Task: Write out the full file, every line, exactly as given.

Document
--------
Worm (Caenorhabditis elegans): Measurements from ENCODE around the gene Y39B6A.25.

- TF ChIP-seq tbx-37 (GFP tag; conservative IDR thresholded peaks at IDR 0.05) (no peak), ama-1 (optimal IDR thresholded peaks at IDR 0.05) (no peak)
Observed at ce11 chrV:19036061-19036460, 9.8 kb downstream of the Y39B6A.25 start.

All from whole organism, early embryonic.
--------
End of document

Worm (Caenorhabditis elegans): Measurements from ENCODE around the gene Y39B6A.25.

- TF ChIP-seq tbx-37 (GFP tag; conservative IDR thresholded peaks at IDR 0.05) (no peak), ama-1 (optimal IDR thresholded peaks at IDR 0.05) (no peak)
Observed at ce11 chrV:19036061-19036460, 9.8 kb downstream of the Y39B6A.25 start.

All from whole organism, early embryonic.